The Concerned Citizens Collective will not cease to exist. We all know there is a need for alternative accessible comment space - so a new, collectively run centre will be formed - this time on Level 1 of the same building!

Do come along on Sunday 11th June to celebrate Tory St.

Thursday, May 18, 2017

Wellington Winter Zine Fest

It's ZineFest time again - 

Wellington Winter Zine Market 

Saturday afternoon
 3rd June


Thistle Hall, Wellington.

the Freedom Shop will be there

Monday, May 1, 2017

Book Review - The Trigger, Tim Butcher

The Trigger, Tim Butcher (London, 2014)

A book review by Barrie Sargeant, published in Aargh #4

2014 was the centenary of the outbreak of World War 1. In New Zealand “World War I” means Gallipoli and the Western Front. That’s where most of the ANZACs spent their time so that has become the area of interest in this part of the world. It’s understandable that this has happened but it means other aspects of the war are less known or understood. For example, how did it start?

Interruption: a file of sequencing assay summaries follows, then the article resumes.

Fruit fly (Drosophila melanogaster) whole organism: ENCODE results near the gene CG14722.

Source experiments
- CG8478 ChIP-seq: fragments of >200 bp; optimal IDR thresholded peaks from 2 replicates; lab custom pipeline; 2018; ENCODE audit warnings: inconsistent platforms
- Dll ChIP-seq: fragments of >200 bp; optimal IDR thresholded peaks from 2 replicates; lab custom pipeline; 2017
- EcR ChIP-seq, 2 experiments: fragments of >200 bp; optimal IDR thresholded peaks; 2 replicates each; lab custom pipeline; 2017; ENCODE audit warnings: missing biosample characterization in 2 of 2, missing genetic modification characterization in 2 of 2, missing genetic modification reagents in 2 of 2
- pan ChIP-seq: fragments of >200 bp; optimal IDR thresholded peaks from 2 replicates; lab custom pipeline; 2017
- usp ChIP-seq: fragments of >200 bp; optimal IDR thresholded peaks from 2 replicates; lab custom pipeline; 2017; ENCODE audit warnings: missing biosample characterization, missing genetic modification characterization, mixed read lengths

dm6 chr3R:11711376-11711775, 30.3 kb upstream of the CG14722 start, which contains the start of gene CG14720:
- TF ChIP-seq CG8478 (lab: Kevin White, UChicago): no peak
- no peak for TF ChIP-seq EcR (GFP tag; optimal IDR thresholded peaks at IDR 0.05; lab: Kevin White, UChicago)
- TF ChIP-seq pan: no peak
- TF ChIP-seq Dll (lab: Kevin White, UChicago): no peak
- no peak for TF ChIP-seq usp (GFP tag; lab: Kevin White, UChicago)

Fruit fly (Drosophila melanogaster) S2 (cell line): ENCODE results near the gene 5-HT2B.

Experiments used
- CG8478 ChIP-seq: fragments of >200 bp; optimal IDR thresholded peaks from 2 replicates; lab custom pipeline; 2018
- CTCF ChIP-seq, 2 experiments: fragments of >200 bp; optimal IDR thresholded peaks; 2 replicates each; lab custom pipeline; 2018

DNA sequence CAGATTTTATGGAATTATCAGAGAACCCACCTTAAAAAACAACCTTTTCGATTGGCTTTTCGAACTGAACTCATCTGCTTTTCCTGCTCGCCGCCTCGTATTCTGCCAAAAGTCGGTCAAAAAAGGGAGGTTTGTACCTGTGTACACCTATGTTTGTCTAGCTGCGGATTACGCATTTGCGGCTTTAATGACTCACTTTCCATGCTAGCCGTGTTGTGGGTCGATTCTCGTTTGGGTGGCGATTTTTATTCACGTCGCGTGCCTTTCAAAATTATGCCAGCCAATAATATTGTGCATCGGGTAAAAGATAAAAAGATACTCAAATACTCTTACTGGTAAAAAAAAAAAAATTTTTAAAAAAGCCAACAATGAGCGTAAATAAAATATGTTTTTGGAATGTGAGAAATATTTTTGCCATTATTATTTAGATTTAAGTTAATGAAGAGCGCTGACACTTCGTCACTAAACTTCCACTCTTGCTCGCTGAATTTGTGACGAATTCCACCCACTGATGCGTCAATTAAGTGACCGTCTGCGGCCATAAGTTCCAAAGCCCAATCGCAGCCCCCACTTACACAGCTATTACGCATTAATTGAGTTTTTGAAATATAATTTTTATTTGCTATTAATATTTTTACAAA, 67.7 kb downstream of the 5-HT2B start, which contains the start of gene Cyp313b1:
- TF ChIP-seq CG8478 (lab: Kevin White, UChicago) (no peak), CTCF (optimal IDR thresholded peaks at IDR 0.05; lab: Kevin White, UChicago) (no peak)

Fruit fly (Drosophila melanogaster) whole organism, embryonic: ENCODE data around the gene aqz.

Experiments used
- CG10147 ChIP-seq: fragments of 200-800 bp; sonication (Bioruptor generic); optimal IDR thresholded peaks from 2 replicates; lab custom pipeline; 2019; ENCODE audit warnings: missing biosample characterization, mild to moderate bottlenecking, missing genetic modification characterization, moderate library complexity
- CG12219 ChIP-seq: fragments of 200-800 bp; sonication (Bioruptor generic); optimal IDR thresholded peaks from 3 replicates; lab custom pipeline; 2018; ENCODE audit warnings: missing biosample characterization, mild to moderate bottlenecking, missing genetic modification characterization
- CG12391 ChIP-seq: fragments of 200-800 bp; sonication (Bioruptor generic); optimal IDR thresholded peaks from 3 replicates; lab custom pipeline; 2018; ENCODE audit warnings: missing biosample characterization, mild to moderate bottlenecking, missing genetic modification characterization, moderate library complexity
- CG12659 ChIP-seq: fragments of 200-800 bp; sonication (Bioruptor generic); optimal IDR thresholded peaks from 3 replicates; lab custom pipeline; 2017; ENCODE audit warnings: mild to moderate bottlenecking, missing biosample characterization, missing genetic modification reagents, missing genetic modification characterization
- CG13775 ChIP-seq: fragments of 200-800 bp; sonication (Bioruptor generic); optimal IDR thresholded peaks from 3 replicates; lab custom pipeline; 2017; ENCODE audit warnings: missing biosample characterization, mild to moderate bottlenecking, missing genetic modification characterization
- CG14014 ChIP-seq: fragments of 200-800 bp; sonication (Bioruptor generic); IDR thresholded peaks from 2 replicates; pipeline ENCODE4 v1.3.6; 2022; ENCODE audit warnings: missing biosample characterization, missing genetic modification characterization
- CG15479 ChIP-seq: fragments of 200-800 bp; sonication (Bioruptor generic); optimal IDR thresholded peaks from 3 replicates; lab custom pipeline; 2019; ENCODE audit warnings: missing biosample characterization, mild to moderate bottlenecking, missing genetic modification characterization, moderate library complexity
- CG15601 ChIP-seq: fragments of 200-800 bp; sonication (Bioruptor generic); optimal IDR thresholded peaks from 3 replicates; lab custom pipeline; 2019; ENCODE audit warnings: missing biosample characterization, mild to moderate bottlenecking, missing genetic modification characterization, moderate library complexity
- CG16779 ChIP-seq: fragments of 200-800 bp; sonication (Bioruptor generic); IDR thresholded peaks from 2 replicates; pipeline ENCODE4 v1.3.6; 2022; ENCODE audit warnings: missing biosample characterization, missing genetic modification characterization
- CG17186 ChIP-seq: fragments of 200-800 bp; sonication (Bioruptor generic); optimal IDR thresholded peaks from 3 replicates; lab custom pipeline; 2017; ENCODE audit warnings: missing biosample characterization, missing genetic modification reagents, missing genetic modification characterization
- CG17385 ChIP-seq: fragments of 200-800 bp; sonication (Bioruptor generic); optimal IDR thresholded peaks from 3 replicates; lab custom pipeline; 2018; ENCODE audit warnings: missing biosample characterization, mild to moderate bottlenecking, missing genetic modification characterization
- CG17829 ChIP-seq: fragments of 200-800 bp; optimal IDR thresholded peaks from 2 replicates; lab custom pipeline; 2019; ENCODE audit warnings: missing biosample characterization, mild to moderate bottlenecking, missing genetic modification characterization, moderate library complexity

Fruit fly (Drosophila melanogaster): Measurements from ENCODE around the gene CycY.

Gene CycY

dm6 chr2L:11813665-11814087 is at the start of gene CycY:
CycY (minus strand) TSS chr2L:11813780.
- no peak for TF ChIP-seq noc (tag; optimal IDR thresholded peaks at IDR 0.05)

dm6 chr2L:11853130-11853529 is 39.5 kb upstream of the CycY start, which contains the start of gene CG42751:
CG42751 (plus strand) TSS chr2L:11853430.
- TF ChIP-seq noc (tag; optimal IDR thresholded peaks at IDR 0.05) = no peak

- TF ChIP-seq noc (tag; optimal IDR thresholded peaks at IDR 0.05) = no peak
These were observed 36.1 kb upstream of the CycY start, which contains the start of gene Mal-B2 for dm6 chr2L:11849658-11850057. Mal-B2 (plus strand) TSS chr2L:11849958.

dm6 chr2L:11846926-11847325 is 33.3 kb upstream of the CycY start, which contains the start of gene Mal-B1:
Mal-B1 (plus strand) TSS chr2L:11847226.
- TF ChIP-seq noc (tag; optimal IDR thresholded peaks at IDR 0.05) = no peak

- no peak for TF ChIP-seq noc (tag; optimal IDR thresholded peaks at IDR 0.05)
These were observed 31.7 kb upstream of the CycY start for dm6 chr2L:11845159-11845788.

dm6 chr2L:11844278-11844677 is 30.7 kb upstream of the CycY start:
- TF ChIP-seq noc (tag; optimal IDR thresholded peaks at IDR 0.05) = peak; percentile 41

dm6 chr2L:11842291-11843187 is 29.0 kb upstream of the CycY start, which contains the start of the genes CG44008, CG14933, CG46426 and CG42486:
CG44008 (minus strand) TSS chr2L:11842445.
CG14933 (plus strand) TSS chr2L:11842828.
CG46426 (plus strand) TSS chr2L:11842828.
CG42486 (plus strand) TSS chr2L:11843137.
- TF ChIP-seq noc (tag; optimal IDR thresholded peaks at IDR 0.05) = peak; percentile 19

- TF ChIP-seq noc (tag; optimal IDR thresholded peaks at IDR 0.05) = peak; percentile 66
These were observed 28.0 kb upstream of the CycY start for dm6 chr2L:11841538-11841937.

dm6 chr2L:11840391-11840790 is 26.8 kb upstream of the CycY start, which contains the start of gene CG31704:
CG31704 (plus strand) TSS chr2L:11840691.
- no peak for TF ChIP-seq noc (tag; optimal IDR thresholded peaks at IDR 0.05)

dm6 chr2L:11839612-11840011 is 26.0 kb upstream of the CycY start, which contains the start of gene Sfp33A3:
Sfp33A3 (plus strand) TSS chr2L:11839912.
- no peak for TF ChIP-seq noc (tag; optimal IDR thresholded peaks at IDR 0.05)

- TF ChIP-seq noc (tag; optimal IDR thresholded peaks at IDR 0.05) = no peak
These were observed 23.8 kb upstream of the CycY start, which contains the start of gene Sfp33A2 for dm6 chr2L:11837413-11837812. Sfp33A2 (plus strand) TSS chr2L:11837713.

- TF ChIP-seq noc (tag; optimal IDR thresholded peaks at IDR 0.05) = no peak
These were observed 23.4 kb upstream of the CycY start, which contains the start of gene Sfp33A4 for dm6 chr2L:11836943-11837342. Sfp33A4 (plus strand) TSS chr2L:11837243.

According to Baldrick in Blackadder “I heard that it started when a bloke called Archie Duke shot an ostrich ‘cause he was hungry”. Nice try, but a bit wrong. The truth is, the assassin was a man called Gavrilo Princip, part of a group of Bosnian nationalists who shot Arch-Duke Franz Ferdinand of Austro-Hungary when visiting his empire’s outpost in Sarajevo. With millions of people across whole continents having died or been wounded, very little attention has been paid to Princip as an individual. Who was he and what motivated him?